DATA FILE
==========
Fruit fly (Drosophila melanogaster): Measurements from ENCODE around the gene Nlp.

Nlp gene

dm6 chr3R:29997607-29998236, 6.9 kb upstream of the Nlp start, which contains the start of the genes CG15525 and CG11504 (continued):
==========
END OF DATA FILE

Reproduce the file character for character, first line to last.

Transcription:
Fruit fly (Drosophila melanogaster): Measurements from ENCODE around the gene Nlp.

Nlp gene

dm6 chr3R:29997607-29998236, 6.9 kb upstream of the Nlp start, which contains the start of the genes CG15525 and CG11504 (continued):